It will be entirely up to Democrats whether the nuclear option will be needed during the confirmation vote for Supreme Court justice nominee Neil Gorsuch, Senate Republican Conference Chairman John Thune said of the upcoming decision.
A Democratic-led filibuster would be "unprecedented" in the Senate's "230-year history of confirming Supreme Court justices by an up and down simple majority vote," the South Dakota Republican told MSNBC's "Morning Joe" program. "This can be avoided, entirely avoided, if the Democrats would decide to just work with us."
Gorsuch has bipartisan support, Thune said, as four Democrats have publicly announced they will vote for him, and a solution could be reached "without the drama surrounding the discussion right now."
He does believe Democrats are "pretty bent" on moving ahead with the filibuster their base expects from them, which is "limiting our options in terms of getting this judge on the bench."
The vote had always been a simple majority until around 2003, when Democrats filibustered appellate court nominees, so from here forward, the votes will likely return to being a simple majority choice, said Thune.
The senator also discussed the chemical attack on Syrian civilians, saying that he does believe that Syrian President Bashar al-Assad has to go.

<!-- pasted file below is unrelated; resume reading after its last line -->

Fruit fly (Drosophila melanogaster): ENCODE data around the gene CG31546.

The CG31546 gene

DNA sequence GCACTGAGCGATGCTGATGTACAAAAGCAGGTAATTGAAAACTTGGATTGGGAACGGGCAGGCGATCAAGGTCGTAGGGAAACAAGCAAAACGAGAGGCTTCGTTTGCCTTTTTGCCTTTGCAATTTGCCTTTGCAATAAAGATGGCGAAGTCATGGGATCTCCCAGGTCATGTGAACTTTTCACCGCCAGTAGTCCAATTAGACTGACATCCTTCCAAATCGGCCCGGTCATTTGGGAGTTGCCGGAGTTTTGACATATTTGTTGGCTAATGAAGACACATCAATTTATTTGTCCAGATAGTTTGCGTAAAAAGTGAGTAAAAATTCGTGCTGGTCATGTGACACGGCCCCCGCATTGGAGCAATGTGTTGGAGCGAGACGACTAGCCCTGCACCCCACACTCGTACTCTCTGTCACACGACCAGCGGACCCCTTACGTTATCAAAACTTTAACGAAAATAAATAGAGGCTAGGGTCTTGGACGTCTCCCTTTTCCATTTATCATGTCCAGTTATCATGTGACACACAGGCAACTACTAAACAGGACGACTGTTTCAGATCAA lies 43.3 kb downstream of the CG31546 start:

"I believe there has to be a credible threat of the use of force in the circumstances in order to get people to the table, and finally I think there's got to be some meaningful, credible international engagement when it comes to humanitarian needs," Thune said.
"I hope we'll see some different view about how they intend to approach this issue, and how we can build international coalition support to provide some relief and rescue for the Syrian people. At a minimum, on a humanitarian level we've got to do that."
The United States has a vested interest in playing a meaningful role in the region, and hopefully to bring an end to such "atrocious acts of terror committed on Assad's own people," Thune said.
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